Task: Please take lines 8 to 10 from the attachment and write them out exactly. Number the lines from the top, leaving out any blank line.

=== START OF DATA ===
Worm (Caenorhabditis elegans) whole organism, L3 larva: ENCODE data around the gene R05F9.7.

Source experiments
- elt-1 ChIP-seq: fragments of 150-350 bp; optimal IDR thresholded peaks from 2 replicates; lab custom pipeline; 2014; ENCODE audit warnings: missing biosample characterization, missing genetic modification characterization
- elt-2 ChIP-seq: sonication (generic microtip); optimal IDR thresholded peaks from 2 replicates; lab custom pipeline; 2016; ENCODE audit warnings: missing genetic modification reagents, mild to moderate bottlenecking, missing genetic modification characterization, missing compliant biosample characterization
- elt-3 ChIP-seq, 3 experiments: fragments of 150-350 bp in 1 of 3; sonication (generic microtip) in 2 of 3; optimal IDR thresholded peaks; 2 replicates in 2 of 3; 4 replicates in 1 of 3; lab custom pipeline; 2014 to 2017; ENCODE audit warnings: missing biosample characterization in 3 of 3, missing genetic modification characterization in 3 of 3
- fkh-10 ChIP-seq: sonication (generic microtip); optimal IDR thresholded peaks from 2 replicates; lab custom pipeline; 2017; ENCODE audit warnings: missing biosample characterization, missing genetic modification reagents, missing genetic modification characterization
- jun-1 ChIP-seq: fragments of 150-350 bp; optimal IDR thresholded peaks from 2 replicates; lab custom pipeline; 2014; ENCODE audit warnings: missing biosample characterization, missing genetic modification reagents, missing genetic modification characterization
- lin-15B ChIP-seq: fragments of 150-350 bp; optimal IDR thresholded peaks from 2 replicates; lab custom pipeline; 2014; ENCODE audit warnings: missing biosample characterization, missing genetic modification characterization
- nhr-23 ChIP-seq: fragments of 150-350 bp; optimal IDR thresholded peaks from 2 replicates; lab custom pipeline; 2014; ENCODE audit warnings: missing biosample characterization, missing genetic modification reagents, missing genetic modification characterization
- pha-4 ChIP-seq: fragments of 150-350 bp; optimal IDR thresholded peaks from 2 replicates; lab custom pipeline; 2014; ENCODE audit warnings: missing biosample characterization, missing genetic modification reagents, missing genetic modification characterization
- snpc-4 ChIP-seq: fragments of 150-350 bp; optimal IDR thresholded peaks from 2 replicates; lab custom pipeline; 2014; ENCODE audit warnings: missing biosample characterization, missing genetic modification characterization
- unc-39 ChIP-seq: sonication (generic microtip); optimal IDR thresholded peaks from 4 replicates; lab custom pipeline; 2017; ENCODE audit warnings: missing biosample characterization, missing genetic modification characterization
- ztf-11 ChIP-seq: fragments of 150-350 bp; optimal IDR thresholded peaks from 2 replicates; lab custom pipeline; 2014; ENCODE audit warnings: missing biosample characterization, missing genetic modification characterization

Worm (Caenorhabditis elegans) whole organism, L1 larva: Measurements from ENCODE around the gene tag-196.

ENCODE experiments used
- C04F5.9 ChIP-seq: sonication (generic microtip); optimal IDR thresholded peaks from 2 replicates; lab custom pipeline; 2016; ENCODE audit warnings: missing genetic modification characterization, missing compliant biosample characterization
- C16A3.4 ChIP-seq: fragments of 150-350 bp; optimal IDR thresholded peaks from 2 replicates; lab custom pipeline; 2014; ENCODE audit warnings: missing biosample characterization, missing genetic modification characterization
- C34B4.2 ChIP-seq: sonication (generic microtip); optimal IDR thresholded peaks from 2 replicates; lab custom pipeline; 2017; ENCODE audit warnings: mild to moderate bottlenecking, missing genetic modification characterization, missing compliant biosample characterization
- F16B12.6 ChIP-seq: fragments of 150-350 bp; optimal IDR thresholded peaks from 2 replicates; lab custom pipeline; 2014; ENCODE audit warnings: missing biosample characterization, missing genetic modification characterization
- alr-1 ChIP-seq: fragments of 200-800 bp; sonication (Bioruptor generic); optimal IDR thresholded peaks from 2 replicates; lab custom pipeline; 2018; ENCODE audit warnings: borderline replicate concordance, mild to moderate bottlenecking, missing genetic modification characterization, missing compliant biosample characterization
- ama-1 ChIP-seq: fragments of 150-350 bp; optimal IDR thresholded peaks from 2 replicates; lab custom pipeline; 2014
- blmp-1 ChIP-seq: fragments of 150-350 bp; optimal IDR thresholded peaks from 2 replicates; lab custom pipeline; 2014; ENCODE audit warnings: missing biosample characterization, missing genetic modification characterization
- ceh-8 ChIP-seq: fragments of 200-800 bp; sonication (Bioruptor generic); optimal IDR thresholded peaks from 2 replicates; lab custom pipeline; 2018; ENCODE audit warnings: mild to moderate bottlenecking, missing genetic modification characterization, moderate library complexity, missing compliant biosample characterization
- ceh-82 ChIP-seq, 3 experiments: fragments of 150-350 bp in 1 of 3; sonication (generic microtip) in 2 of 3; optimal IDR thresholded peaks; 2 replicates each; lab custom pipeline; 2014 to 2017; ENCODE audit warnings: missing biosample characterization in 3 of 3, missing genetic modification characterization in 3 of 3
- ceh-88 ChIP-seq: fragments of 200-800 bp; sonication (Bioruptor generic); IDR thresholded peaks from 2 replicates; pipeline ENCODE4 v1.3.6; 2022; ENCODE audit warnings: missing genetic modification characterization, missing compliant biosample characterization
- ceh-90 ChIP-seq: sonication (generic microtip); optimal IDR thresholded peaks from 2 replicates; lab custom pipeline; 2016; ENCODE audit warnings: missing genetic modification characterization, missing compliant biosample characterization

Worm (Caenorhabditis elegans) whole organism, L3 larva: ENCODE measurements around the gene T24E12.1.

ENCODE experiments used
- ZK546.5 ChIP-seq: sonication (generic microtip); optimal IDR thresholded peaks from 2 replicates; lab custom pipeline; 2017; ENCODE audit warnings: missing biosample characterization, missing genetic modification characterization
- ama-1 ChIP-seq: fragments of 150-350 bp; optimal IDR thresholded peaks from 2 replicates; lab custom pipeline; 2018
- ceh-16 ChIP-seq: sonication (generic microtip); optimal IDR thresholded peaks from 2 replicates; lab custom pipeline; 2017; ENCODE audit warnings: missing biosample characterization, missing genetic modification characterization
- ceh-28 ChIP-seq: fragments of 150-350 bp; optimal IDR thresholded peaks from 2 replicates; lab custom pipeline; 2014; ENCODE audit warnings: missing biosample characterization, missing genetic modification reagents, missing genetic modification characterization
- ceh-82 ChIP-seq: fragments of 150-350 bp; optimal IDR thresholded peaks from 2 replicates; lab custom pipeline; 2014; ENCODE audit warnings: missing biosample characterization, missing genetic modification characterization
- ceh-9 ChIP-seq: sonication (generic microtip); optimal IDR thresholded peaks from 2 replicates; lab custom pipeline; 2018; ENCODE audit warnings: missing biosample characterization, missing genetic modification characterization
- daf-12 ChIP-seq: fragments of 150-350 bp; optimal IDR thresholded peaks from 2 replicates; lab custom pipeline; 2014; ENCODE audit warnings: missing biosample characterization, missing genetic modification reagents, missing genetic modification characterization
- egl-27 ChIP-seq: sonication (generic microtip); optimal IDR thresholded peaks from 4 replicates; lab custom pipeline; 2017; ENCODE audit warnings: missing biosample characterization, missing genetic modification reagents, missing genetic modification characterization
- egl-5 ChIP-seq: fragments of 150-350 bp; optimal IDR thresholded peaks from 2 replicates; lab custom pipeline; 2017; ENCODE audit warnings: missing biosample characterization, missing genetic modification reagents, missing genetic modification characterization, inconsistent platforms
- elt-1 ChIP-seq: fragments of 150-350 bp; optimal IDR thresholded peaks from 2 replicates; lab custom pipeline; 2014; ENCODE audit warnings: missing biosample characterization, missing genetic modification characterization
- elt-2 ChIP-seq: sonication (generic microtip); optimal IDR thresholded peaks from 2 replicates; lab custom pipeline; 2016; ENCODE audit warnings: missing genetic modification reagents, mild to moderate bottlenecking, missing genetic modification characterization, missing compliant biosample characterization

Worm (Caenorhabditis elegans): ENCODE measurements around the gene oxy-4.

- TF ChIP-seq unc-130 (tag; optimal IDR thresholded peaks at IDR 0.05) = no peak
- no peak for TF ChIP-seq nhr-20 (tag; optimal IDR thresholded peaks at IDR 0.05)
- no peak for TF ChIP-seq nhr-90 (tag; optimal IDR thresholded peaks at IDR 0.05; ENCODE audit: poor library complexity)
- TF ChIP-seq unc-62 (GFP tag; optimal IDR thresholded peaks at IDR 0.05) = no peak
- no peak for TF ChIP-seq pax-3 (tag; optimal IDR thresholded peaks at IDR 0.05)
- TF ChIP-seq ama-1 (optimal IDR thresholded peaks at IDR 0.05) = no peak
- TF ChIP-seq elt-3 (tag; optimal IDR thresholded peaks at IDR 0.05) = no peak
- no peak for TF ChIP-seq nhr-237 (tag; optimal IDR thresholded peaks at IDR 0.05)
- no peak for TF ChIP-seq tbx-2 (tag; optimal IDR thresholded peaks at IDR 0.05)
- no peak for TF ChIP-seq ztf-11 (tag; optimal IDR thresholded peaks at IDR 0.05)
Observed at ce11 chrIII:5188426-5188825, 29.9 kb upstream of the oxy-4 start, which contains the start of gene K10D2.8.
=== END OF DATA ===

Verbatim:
- lin-15B ChIP-seq: fragments of 150-350 bp; optimal IDR thresholded peaks from 2 replicates; lab custom pipeline; 2014; ENCODE audit warnings: missing biosample characterization, missing genetic modification characterization
- nhr-23 ChIP-seq: fragments of 150-350 bp; optimal IDR thresholded peaks from 2 replicates; lab custom pipeline; 2014; ENCODE audit warnings: missing biosample characterization, missing genetic modification reagents, missing genetic modification characterization
- pha-4 ChIP-seq: fragments of 150-350 bp; optimal IDR thresholded peaks from 2 replicates; lab custom pipeline; 2014; ENCODE audit warnings: missing biosample characterization, missing genetic modification reagents, missing genetic modification characterization